And even this is a little hard. It’s pretty much impression reporting. And same for responsive search ads. So you won’t necessarily see as Joe peeled out himself, he figured out that YouTube was doing really well.

You won’t get active reporting on that. And there’s not necessarily a way to automate it. You have to understand and look into it. So when we think about automation layering number one, we want to prevent automation from being wrong, or at least being wrong in a place that’s destructive.

Like, if it’s wrong in a place that doesn’t hurt, that’s okay. If it’s wrong in a way where wrong causes problems, it’s a problem. So generally speaking, Fred, you make a good point about, you know, let’s automate this stuff.

Let’s say, like videos performing well, let’s fling it on YouTube and promote it, something like that. What we’ll generally do instead is try to think of a really funny cartoon character to relate this to, but it’s not working.

My robot brain is not as good. No, we’ll have an alert system like, hey, this thing was converted ten times this month. Like, you should look at it, maybe a desperate attention star robot.

But rather than have it make all these decisions where it could be making budgeting decisions or spending more money or things like that, that can make us a little sensitive. That and despite all of Google’s intelligence, their massive computing power or whatever, they don’t understand brand safety or what a brand is.

They can try it. But to be serious, it doesn’t think. So there are areas where we’ll have to think for it.

Joe: Like you said, the brand safety there, that part scares me a little bit. I haven’t worked on a finance client in a while, but the feed that I have years ago, every single piece of copy that you put in for banking and everything had to go through legal.

So it’s one of the things we’re like again, I don’t have anything now, but if you ever did again, I was like, we can’t have Google just spit out something or come up with whatever they want on their own.

There has to be some deep review for certain industries. So I understand why some people are scared or just flat out against it.

Aaron: Responsive search ads are very fun.

Fred: Those are fun. But at least you can pin right videos like what’s that going to look like.

Michelle: Yes. When it comes to all that kind of stuff, I think that the biggest thing that and really the only controls that we even get on some of those things are just making sure that we’re basically taking our robot and pointing it in the right direction to start with, one of the things for performance Max campaigns, when you set it up, you have to tell it what conversions you want.

And you have to be cognizant of the fact that some of those conversion actions can be created for you. It can be a phone call, it can be ‘get directions on the map’. I don’t know how many businesses actually make money anytime somebody clicks get directions on a map.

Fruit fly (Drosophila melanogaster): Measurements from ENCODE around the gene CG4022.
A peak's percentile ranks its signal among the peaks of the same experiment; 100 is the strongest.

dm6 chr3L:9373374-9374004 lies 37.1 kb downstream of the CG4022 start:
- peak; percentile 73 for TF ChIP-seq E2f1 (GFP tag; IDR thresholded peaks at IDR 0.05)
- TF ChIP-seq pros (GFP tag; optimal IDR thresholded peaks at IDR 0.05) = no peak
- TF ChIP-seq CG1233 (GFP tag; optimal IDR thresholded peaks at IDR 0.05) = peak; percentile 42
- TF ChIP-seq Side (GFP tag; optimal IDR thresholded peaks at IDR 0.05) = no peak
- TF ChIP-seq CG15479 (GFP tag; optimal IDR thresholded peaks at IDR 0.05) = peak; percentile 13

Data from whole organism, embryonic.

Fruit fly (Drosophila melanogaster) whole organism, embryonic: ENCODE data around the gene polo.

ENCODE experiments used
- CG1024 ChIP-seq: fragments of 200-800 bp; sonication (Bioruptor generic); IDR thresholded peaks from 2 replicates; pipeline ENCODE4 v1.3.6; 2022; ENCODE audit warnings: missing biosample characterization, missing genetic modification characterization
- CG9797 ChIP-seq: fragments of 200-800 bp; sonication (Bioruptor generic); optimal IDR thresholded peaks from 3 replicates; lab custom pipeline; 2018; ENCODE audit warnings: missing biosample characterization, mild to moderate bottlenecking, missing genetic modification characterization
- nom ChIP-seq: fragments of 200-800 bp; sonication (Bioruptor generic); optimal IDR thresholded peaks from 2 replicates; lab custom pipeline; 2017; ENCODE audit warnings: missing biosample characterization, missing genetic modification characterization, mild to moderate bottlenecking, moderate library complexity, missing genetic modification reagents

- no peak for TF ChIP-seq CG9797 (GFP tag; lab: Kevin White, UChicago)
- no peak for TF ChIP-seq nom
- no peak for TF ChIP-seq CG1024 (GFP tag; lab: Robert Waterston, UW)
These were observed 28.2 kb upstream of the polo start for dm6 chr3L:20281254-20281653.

Now, that might be a lead into something that is useful, so it might make sense for you to try and optimize towards that. Or it might just be garbage, especially if you actually just want people to fill out your form online.

That’s not a good conversion action to even optimize for at all. So I mean, even just the first step in the set up process, it’s being simplified so that you don’t have quite as many levers that you have to pull and things to think about.

So it can be simplified. But if you’re even just accidentally pointing the robot in the wrong direction, it’s going to optimize for, like we said, the easiest conversion. And it’s probably going to be those get directions on the map when you’re trying to actually make online sales.

So even that first little input piece is going to be one of the bigger aspects of whether it’s going to work well or not.

Fred: Right. I would say that the cheapest conversion is cheap for a reason, right? I mean, there’s plenty of us bidding for the same keywords. If something is inexpensive, it’s probably because a more sophisticated advertiser has established that it’s not a high-quality click.

It’s not going to be a high-quality form fill. It’s not going to be a high-quality phone call. But if that’s what you’ve indicated that you care about to Google, I care about phone calls no matter what’s on the other side of the line, great.

We’ll give you those cheap phone calls and we’ll give you lots of them because nobody else wants to buy.

Joe: Yeah, because of it, I think I have shifted more towards the campaign level conversion tracking, which I’ll admit I didn’t do a ton when it first came out. We had the ability to do campaign levels.

But now to what Michelle said, there’s been times where just due to limited actions on websites just to get more signals, we have added just like click to call on your website as a conversion action.

Well, now it’s starting to lead to more junk and now we’re hearing like everything coming through is not that great. So like, okay, we’ll still leave it on there for some campaigns with lower touch points, but for certain ones we’ll just stick it to what is more important, which is the form submission ones.